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This lesson will talk about what an endemic disease is and how it is different from an epidemic. We’ll also discuss how an epidemic differs from something known as a pandemic. Finally, we’ll look at some examples of each to help solidify these points.

The Spread of Disease

Weather patterns and diseases have a lot in common. You have probably heard how global warming is a huge concern for everyone in the world since deadly tropical diseases will be able to spread farther and farther into once-cooler areas, infecting many more people than ever before.

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But, this isn’t the only way by which weather coincides with the spread of disease, as this lesson will point out metaphorically.

What Is an Endemic Disease?

If you are someone who lives in the Gulf Coast region of the U.S., then you are undoubtedly aware of the hurricane season that occurs every single year. It’s a guarantee that there will be hurricanes in those states. Likewise, it’s as much a guarantee that India will have monsoons, Japan will have earthquakes and northern Siberia will be very cold.

These natural patterns and events occur in set parts of the world and are certain to be there on a constant basis when compared to other parts of the world.Likewise, certain diseases are present in a set population of people or geographic region of the world with just as much consistency. When a disease is present in a population or geographic region at consistent levels and periods of time, we term this an endemic disease.For example, the disease malaria is endemic to tropical areas of the world, such as those in South America or Africa. Malaria, however, is not endemic to Antarctica since it’s not present there.

The flu is endemic to a Chicago winter but not summer. And so on.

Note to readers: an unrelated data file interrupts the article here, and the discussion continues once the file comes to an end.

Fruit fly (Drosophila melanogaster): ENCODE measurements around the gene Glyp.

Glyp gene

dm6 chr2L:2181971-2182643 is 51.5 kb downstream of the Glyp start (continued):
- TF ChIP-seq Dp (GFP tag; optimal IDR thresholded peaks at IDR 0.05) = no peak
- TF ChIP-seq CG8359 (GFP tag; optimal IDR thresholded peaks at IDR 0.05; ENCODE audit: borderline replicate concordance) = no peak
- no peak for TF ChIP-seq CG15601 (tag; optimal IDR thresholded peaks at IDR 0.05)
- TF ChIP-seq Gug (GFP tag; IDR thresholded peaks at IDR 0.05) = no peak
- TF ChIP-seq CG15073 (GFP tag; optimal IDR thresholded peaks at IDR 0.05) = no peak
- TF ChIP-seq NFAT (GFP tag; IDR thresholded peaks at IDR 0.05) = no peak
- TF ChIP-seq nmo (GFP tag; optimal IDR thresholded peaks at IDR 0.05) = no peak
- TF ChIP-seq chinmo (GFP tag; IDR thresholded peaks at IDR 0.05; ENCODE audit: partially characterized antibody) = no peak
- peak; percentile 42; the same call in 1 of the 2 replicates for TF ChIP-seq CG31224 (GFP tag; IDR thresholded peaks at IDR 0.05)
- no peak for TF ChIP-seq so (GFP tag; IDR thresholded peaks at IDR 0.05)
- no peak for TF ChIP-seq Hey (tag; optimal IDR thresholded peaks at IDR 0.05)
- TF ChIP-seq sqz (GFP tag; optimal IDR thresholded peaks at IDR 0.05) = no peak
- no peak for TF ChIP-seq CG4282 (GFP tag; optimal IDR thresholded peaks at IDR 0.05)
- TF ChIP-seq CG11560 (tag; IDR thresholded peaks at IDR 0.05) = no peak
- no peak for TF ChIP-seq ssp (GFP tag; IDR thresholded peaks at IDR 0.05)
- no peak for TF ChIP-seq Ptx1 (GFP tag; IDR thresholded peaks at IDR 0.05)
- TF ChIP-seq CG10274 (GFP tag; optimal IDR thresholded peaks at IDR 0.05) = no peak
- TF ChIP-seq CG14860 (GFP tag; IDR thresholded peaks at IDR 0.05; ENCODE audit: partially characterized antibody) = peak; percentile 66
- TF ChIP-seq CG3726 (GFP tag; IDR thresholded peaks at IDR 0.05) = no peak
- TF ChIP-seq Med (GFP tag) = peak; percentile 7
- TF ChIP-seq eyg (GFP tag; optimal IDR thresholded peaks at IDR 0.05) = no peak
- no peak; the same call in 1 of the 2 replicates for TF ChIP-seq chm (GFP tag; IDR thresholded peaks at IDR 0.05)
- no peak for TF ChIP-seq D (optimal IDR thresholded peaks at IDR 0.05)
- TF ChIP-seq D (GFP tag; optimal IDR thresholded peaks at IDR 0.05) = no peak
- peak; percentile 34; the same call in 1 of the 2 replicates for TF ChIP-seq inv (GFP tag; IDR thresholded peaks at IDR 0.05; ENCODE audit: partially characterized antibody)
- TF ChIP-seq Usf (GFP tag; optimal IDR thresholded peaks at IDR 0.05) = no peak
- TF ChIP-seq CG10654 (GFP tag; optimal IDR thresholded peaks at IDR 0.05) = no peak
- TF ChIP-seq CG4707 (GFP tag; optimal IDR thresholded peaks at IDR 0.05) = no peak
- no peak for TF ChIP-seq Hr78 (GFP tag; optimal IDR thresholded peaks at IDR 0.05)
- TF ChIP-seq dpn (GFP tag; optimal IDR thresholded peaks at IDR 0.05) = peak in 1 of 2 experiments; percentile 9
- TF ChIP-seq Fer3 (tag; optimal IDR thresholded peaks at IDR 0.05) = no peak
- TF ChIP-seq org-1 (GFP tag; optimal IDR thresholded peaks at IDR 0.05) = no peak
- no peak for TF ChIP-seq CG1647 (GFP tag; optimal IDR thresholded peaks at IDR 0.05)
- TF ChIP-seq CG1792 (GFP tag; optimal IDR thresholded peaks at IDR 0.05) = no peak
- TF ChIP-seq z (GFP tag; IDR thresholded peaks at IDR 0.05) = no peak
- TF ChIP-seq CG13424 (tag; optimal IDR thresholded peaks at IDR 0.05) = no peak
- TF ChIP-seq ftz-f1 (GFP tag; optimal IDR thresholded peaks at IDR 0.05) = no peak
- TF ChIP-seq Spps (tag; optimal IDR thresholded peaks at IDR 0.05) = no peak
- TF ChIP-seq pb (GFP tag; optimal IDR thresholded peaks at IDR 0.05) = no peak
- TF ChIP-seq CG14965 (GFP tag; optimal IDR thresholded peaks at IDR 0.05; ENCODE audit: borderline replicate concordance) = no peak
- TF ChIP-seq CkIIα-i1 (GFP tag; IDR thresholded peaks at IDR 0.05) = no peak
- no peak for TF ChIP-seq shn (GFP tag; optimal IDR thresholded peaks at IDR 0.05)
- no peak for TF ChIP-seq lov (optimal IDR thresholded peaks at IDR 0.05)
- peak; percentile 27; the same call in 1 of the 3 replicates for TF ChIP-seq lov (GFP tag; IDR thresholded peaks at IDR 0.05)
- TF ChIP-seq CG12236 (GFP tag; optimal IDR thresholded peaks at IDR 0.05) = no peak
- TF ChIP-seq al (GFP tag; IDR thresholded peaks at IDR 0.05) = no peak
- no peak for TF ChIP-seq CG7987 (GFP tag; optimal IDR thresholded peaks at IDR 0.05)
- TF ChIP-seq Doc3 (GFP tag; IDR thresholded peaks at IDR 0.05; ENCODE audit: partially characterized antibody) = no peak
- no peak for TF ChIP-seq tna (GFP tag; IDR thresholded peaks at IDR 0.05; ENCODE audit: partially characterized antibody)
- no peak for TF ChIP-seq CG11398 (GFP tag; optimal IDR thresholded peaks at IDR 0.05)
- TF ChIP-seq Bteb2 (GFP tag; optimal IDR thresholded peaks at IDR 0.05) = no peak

What Is an Epidemic?

Consistency isn’t the only thing that defines disease, however. Diseases sometimes spread rapidly and grow in the total number of people they affect over a given time and place.

Metaphorically speaking, sometimes the Gulf Coast of the U.S. has a terrible hurricane season where one hurricane after another bombards the Gulf Coast at a far higher frequency than they usually do, meaning we have far more hurricanes that one season than usual.Very similarly, when an outbreak of disease affects a disproportionately higher number of individuals than normal at a given time, we term this an epidemic. Basically, the disease spreads amongst the population far more than it should for a given time and place.This term is also very relative. For example, 1,000 cases of malaria in a tropical nation may not be an epidemic, but 1,000 cases of malaria in Canada would be an epidemic.

That’s because the 1,000 cases of malaria in an endemic tropical area is considered to be a normal, constant amount of cases of malaria for a set period of time. However, since malaria is not endemic to Canada, even a small increase in the number of people affected by malaria in Canada would be considered an epidemic.

What Is a Pandemic?